They asked yesterday for $35 billion, but that's going to be a real tough ask, because the Russians are willing to put $15 billion in. The E.U., the U.S. are talking the right talk, but they don't have the cash in hand yet.

So, there are conditions they would like to see, like the currency being devalued, like the IMF being more closely involved, where they will put extra strain on the economy here as well. But it's really I think the vision of support the West is trying to offer by stepping in where the Russians have stepped back.

You did mention how the Russians have said through their prime minister that this was an armed riot that removed the government and they're not sure about the legitimacy of what's followed. But the real question is, when do we hear from Vladimir Putin? He really calls the shots in Moscow and he's been noticeably silent, having just left the Sochi Winter Olympics that he was very much put through a spectacle of the way he'd like to see Russia in the future. We haven't heard his word on this yet, noticeably silent.

We're waiting to see quite what the U.S. can provide in terms of financial assistance, but behind me here, still grieving. We've been hearing almost constant mass now for those who died, for dozens who died last Thursday. A lot of anger still here, both at the riches that have fled Viktor Yanukovych, no word of where he is right now, last seen in (INAUDIBLE), a private house near Balaclava, but a fugitive on the run.

They want to see him brought to trial. They want to see their new parliament and government transparent and open, during the Russia votes that happened yesterday, putting various ministers in with votes. There were people outside the parliament crying shame, angry at how the whole process had a lack of transparency to it.

So, people here demanding a lot from their government. The government has an extraordinarily hard task ahead of it and needs money right now. Difficult days ahead -- John.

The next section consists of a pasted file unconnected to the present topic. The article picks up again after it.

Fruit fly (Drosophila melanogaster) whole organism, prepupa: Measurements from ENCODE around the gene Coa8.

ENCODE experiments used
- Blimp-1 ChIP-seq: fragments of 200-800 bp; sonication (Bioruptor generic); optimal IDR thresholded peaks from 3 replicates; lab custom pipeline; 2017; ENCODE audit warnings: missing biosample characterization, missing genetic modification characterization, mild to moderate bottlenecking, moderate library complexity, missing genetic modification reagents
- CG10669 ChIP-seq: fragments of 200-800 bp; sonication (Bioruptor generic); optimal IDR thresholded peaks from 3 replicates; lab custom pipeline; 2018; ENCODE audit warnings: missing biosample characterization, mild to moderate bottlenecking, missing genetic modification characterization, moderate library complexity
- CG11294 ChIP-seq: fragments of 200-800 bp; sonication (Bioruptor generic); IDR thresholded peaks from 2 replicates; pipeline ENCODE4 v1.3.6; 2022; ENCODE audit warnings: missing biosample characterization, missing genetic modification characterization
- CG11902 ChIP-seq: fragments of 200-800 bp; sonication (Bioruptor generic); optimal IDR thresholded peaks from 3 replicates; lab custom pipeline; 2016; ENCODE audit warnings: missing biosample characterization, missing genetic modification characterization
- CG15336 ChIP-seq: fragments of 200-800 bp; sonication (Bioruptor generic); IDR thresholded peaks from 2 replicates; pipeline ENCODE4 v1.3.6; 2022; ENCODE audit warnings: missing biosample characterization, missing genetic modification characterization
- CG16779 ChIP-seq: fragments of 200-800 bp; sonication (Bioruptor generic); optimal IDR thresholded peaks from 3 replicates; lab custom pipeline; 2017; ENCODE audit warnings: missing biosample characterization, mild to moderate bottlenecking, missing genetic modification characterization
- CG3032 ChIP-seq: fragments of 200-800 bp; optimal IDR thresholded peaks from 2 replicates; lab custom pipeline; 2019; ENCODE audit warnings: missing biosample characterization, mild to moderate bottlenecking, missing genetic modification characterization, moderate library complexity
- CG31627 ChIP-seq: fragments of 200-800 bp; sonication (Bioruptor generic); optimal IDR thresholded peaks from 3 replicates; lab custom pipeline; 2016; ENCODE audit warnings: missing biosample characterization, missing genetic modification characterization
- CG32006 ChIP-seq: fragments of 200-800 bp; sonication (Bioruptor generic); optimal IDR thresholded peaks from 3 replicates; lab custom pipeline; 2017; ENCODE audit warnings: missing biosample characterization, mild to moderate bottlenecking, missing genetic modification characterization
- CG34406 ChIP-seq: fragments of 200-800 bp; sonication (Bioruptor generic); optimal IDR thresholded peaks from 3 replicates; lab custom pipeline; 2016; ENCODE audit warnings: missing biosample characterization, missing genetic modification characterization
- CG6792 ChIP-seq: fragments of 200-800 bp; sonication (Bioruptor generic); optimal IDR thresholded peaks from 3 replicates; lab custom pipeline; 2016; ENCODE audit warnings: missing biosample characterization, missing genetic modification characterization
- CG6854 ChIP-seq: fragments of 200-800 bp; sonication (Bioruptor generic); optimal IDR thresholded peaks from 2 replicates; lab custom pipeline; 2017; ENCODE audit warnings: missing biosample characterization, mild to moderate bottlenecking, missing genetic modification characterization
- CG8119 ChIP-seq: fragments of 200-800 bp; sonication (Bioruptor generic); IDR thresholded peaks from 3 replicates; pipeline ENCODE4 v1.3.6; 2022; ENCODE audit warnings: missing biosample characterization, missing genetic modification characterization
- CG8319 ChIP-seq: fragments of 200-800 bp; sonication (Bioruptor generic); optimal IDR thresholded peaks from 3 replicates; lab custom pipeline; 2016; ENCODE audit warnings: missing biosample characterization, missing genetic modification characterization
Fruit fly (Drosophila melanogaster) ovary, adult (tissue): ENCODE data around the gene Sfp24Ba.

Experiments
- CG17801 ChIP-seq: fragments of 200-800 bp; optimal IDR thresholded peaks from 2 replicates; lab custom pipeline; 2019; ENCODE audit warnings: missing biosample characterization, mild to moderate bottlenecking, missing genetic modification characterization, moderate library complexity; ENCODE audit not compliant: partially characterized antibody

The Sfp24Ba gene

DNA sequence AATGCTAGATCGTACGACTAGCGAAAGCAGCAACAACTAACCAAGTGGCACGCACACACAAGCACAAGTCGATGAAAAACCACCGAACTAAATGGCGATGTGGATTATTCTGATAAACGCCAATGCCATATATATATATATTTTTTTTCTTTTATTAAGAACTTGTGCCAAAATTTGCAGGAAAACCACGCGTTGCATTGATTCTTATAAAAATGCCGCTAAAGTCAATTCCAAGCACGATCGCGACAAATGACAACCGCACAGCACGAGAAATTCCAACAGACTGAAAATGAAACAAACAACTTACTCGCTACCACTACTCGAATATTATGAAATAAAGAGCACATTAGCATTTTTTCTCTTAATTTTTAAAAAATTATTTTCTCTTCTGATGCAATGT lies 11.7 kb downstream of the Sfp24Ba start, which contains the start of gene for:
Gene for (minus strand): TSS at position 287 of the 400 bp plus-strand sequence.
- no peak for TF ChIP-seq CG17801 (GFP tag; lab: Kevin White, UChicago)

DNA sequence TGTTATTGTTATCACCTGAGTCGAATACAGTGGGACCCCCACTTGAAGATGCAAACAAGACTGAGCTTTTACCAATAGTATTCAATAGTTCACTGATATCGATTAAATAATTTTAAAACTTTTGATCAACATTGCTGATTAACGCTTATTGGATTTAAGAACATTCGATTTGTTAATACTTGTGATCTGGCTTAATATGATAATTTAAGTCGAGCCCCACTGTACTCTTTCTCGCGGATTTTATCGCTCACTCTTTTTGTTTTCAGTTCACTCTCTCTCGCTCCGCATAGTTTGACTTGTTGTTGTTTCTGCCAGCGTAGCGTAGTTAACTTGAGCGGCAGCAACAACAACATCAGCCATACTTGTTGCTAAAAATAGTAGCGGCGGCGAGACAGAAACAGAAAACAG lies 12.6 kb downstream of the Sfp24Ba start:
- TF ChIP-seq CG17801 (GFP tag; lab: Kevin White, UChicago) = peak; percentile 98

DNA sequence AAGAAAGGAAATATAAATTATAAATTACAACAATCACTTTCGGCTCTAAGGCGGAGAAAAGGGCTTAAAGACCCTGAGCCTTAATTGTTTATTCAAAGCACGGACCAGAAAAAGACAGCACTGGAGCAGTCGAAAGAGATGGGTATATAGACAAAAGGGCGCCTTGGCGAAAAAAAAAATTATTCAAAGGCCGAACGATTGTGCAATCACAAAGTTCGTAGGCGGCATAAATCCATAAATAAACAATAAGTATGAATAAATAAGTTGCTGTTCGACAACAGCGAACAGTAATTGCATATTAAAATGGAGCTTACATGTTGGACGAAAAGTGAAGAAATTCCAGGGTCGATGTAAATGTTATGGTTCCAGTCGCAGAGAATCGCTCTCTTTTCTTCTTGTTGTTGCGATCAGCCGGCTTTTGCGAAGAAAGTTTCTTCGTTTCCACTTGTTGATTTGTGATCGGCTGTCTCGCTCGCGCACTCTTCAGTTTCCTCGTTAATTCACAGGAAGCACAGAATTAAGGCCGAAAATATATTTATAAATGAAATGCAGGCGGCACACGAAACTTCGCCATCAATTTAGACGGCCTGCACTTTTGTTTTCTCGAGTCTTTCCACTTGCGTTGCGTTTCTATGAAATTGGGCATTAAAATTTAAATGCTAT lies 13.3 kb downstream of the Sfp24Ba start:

BERMAN: Difficult, indeed.

And, Nick, we can hear the sounds of those memorial services happening behind you, the sounds of mourning today in Kiev.

Nick Paton Walsh, thank you so much.

ROMANS: All right, big news for your 401(k) this morning. The bull market in stocks, alive and well.

The S&P 500 hit a record high yesterday and opens this morning less than a point from that closing high today. Tech stocks on fire. Facebook, Google, Tesla shares, record highs for those tech stocks. The NASDAQ, a 14-year high almost.

And that enthusiasm is circling the globe at this hour. Japan's Nikkei just closed above 15,000. Australia's main index slipped, but not before hitting a nearly six-year high in Australia stocks.

Stock futures here in the U.S. holding steady this morning. This has been a stellar run. I want to show you what it looks like. This is a run that started nearly five years ago. The S&P 500 has nearly tripled in value since hitting bottom in 2009, five years ago about next week.

There's been a wave of corporate deals, Facebook buying WhatsApp, Comcast buying Time Warner Cable. Most corporate earnings have come in strong. The economy is growing, and the Federal Reserve is planning to pull back its stimulus out of the economy only gradually.

For now, all of those ingredients still fueling a bull market. The big question for everyone with a little skin in the game, a little exposure to, say, the stock market and their 401(k), they're wondering how long this five-year-long bull can last.

BERMAN: Well, in January, it was tough. January was not a good month and everybody was talking about is this the correction people have been waiting for? Not a technical correction in January.

ROMANS: No. It's 5.8 percent is what the S&P fell, need 10 percent for a technical correction. Just falling 5 percent was enough to find a lot of new buyers and now up near record highs again.